That means that no matter what sackcloth of pain we wear in life, God can weave it into robes of glory. No matter what wintery moments we encounter in the harshness of life, God plants within it the promise of the springtime. Nothing can happen to us in pain which does not bring with it the possibility of gain. So never say about life “Anything can happen.” Anything cannot happen! God will not allow anything to happen which has in it more evil than He is able to rise above and transform into good. That’s what Paul means in Romans 8:28: “We know that in everything God works for good to those who love Him.” That’s the second star of truth shining in the darkness of suffering and difficulty.
Look to those stars from God which shine through the dark night of difficulty. When suffering comes, God is with us and we are with God in a special way. Therefore, nothing can separate us from God—not tribulation or distress or famine or persecution or nakedness or peril or sword—not death, not life, not angels, not principalities, not powers, not things present, not things to come, not height, not depth, not anything—nothing can separate us from the love of God in Christ Jesus our Lord. When we love the stars of God’s peace and truth, we need not fear the night of suffering and difficulty.
Permit me the privilege of adding a P. S. to this sermon.
These sermons go out on television and radio and in printed form. I get many letters in response. But I have to say that I am most grateful when I get letters from those who are shut-in or confined to beds or wheelchairs. They are God’s greatest saints. This message is for them, those who who live each day in the night, in the darkness of suffering and pain and difficulty. Know that God is with you and you are with God in a special way. He can transform the prisonhouse of your pain into the palace of His glory.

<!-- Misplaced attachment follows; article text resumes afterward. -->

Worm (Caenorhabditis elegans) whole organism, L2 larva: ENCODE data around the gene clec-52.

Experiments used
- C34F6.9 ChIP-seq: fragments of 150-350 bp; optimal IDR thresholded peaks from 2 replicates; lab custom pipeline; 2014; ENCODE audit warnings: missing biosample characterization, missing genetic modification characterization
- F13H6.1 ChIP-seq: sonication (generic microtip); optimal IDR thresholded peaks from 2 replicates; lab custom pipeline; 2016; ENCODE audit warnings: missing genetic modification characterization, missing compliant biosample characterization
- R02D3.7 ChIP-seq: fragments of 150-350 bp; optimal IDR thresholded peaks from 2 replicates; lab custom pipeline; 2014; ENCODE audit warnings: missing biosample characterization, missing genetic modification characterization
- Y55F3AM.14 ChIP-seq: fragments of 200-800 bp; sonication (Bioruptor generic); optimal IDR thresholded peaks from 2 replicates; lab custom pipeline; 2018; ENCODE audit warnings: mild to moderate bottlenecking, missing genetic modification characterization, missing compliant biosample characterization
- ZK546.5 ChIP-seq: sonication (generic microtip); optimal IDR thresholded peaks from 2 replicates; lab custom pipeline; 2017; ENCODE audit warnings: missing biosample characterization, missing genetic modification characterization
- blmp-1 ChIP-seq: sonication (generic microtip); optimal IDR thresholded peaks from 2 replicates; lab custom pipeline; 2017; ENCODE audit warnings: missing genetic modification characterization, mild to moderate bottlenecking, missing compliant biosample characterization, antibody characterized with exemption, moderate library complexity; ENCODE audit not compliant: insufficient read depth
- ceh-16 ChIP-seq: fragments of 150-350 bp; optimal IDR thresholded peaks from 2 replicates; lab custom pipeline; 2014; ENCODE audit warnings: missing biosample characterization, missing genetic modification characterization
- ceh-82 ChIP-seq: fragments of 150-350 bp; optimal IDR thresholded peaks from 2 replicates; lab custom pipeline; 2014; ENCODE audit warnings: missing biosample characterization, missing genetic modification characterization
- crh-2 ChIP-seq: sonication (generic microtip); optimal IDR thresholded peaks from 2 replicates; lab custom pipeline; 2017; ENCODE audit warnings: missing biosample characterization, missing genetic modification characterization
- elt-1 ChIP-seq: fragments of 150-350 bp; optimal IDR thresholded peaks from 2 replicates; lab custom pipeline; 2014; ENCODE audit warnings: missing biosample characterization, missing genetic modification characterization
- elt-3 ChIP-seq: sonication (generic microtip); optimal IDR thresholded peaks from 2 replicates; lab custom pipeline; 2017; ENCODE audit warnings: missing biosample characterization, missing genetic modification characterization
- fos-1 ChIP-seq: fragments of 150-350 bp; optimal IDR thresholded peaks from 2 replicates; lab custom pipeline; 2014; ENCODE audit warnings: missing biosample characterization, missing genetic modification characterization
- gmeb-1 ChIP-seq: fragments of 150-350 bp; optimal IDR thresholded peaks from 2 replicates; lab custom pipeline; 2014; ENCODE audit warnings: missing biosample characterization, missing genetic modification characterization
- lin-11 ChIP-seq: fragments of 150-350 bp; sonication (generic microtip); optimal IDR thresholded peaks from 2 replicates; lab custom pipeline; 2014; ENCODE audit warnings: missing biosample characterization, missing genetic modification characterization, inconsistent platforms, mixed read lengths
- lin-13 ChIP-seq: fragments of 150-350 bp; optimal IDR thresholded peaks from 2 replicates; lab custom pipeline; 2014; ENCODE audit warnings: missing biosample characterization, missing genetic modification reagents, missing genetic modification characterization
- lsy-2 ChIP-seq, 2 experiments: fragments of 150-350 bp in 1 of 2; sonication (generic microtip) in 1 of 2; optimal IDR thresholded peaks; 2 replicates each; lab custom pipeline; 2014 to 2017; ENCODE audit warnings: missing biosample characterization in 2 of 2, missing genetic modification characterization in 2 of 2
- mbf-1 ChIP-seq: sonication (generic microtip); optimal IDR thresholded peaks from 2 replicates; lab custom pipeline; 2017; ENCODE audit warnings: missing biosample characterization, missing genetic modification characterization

The battle is hard, I know. Little things annoy. People chatting away outside your door. Visitors who shake the bed or drum their fingers on the nightstand. Pictures hang crooked on the walls, and no one notices to straighten them. Insufferable little objects that lose themselves in the bedclothes. It becomes almost more than you can bear. But in those moments of darkness, please look for the stars of God’s grace.
Henry Francis Lyte lived in that kind of darkness. He suffered terribly. He was an orphan. He was poor. He managed finally to make it into the ministry. But he so spent himself trying to do the Lord’s work that he broke his health. He suffered rejection by those who fought against his ministry. He had to resign his pulpit. Late in the afternoon on the Sunday he resigned—physically he was near death—he walked down to the harbor of the town where he lived. He sat on the rocks and looked out over a sea that was molten in the setting sun. There he jotted down some words which have become an anthem for all God’s suffering saints:
Abide with me: fast falls the eventide,
The darkness deepens, Lord, with me abide,
When other helpers fail, and comforts flee,
Help of the helpless, O abide with me.
Hold Thou Thy cross before my closing eyes,
Shine through the gloom and point me to the skies,
Heaven’s morning breaks, and earth’s vain shadows flee,
In life, in death, O Lord, abide with me.